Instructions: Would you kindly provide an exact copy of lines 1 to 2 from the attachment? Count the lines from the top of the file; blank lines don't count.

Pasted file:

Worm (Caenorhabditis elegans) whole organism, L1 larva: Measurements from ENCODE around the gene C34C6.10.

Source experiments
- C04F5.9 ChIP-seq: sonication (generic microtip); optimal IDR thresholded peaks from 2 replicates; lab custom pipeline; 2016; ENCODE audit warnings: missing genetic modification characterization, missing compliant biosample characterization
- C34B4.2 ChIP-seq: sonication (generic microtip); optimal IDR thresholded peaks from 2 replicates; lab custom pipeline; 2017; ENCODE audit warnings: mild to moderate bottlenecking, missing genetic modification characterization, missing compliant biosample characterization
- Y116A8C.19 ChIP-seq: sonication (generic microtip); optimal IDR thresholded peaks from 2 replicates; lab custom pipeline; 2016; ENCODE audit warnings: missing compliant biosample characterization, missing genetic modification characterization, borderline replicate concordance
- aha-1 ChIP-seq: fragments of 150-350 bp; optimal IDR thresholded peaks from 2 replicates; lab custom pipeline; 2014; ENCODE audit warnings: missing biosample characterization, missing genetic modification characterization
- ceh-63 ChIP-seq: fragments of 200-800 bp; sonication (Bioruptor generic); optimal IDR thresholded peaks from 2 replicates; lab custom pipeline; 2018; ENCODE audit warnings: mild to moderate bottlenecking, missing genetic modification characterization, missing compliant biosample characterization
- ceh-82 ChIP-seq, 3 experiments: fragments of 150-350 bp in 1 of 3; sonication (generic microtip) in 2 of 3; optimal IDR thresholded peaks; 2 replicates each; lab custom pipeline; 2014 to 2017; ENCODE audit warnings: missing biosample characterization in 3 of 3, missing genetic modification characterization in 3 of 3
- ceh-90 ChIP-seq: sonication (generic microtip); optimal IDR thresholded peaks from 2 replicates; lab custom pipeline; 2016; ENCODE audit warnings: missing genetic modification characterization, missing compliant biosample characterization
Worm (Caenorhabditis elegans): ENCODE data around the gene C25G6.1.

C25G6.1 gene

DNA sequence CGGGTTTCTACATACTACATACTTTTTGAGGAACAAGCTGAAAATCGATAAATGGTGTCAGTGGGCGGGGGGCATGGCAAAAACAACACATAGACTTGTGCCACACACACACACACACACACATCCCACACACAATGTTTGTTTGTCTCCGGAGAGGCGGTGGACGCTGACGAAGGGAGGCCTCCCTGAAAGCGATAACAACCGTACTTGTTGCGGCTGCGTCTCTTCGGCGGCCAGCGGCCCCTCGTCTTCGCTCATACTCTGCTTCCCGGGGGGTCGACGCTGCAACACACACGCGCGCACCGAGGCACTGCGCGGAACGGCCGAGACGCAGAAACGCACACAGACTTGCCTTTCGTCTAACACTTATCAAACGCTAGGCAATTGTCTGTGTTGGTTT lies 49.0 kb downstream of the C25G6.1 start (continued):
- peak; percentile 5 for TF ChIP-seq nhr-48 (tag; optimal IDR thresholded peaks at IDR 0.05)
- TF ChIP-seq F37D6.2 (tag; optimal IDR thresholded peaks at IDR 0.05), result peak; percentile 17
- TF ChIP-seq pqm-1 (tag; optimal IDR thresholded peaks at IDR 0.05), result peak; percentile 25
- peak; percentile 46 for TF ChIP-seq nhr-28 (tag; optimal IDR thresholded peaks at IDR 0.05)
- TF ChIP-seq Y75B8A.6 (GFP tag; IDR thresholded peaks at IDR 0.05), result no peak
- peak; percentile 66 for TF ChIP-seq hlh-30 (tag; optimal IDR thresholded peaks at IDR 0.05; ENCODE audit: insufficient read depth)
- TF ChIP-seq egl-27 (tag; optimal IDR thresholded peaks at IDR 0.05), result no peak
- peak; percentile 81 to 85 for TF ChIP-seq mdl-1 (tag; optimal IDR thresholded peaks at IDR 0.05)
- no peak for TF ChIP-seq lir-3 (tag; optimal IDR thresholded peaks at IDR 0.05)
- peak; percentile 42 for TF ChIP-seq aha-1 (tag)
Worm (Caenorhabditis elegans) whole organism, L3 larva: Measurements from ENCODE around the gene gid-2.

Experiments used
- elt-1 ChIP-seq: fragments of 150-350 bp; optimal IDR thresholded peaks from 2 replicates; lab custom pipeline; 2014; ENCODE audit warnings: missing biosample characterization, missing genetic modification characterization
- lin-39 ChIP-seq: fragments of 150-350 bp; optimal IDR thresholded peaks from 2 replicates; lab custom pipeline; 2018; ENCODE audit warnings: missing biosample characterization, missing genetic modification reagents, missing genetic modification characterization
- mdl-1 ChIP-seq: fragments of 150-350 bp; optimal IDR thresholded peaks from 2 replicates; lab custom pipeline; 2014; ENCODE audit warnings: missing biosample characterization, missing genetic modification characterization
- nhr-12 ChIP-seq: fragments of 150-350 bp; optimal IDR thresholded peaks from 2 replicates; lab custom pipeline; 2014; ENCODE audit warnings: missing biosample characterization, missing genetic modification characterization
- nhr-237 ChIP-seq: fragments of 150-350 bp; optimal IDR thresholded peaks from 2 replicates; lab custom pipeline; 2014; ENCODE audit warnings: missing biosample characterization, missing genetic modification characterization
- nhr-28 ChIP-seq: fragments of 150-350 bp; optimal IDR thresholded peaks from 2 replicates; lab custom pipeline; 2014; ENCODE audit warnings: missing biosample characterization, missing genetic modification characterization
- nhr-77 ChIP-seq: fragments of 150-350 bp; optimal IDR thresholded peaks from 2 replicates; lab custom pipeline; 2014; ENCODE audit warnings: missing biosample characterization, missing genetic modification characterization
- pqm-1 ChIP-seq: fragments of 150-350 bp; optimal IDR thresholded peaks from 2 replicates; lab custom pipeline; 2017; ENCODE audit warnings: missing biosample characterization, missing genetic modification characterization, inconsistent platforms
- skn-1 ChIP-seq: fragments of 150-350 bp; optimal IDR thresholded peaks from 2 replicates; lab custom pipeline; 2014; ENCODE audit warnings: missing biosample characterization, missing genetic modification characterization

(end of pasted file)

Worm (Caenorhabditis elegans) whole organism, L1 larva: Measurements from ENCODE around the gene C34C6.10.

Source experiments